Mother’s and Father’s days are just around the corner. Maybe there’s something in the outdoor gear lineup that you’d just love the little ones — or not so little ones — to wrap up for you.
Or, perhaps you might treat yourself to a luxury that you normally wouldn’t afford yourself amid the day to day struggle to keep food on the table and gas in the car.
Salmon season is only a month away. Maybe your old fly rod is just a little too long in the tooth. It might look exactly like the day you bought it. It probably casts the same as the first day you toted it on the water. It’s not worn out or broken. Why spend your hard-earned money, or let the kids spend theirs on a new one?
The reality is that fishing rods, particularly the fly casting variety, have improved by light-years over the past couple of decades.
Rod manufacturers are taking full advantage of developments and research in materials technology. Mechanical engineering is alive and well in the angling world.
Many of the lightweight carbon fibre structural elements used in Canada’s proposed new F-35 fighter jets are quite likely made from the same generation graphite as a modern fly rod.
That’s the aircraft with the huge cost overrun that’s been all over the news lately. Luckily fly rods are much more affordable than stealth supersonic fighter jets.
Back in the 1960s, when I started fishing, and through to the mid-1970s, most fly rods were made of fibreglass. Fibreglass is strong, and resists breaking, but isn’t terribly stiff in rod form. It’s also relatively heavy, resulting in fishing rods that are a tad on the soggy side.
That’s fine for spinning and deep sea fishing poles, but where lightweight and fast action is required, fibreglass is definitely not the best choice. On the plus side, fibreglass rods are cheap and almost impossible for a fish to break.
Screen doors, car trunks and ceiling fans are another matter. My first fly rod lost its tip to a screen door; another fell victim to the truck cover of dad’s 1970 Chevy Caprice. Even fibreglass can’t withstand that abuse.
But a feisty fish will be hard pressed to ever break a fibreglass rod. I have broken the best of graphite rods on fish, albeit very big and fiercely powerful fish.
For the cod food fishery, or catching sculpins on the wharf, a cheap fibreglass rod is just fine. For Atlantic salmon, the so-called fish of a thousand casts, you might desire something more subtle and lighter in hand.
Just yesterday, before writing this piece, I dug my father’s old salmon rod out of storage in the garage. The day he bought it in 1967, on Water Street in St. John’s, it was state-of-the-art salmon catching technology. I never heard dad complain about its weight or sluggishness.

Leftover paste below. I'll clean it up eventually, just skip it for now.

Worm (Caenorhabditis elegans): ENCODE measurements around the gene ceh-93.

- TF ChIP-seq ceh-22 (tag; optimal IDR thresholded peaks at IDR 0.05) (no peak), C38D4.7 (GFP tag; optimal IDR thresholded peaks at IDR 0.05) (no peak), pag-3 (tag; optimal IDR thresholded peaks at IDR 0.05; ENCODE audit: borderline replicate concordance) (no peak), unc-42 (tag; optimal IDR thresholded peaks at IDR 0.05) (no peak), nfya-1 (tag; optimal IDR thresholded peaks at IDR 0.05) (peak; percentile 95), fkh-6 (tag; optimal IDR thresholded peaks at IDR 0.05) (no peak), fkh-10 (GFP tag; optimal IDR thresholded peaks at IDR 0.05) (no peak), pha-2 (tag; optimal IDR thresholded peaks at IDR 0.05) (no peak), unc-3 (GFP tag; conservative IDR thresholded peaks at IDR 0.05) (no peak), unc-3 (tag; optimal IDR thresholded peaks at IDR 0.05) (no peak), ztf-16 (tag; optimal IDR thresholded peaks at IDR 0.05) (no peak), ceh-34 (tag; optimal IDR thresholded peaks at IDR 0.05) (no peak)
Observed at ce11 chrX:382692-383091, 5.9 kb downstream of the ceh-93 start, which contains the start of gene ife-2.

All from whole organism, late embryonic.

So, I put a reel and line on the vintage fibreglass beast and took it out in the yard for a cast.
The experience was like spinning in a time warp back to pot auger days. The rod was heavy and the action oh so slow. You could light a smoke between the back and forward casts. Thank God for carbon fibre and materials science.
Rods made from graphite are at least 25 per cent lighter than a comparable fibreglass rod. That’s certainly an advantage when casting all day to sulky salmon. And when you finally hook a fish, it feels so much livelier on a lighter rod.
But that’s only half the story. Graphite has a much higher elastic modulus than fibreglass. What does this fancy engineering term mean? As Steve Neary once said, “Mr. Speaker, could you please ask the honourable member to put that in baby talk?”
In common language, elastic modulus indicates how stiff a material is. For instance, it takes a lot more force to squish a rod of steel than one made of plastic. Highly elastic materials store energy and rebound when force is removed. You cannot make a fishing rod out of plastic.
Fibreglass and graphite are both elastic materials, but graphite has a higher modulus and is just that much more elastic. Graphite stores more energy on the back cast and delivers it in the forward stroke to cast a longer line with less effort.
In fishing terms, the higher the modulus of graphite used, the faster the rod. That means you definitely don’t have time to light a smoke during your cast.
The only downside to graphite is that it’s more brittle than fibreglass. That simply means that they are easier to break, and early models certainly did. Nowadays, they are building graphite rods much tougher, and besides, just about all the top manufacturers sell their rods with a no-fault lifetime replacement warranty. You can’t beat that. And you don’t have to pay extra, like at most electronics stores.
If you are still using an old fibreglass rod, you might certainly be justified in upgrading. Unfortunately, trying to choose an appropriate rod for your needs and skill level can be a daunting experience.
The last decade has seen an explosion in fly fishing gear. There are so many rod companies and each offer fishing poles ranging from about a hundred dollars to almost a thousand. The good news is that you can buy a very high quality rod for a few hundred dollars.
A word of caution is in order: When it comes to purchasing a fly rod, and if you want a decent fishing experience, steer clear of the department store rods that sell for around $50. They are junk, and will only frustrate you. Even good casters cannot deliver a decent line with a wimpy pole.
Next week, I’ll give you the specifics on choosing a rod to match your abilities, needs and budget.
Paul Smith, a native of Spaniard’s Bay,
fishes and wanders the outdoors at every opportunity. He can be contacted at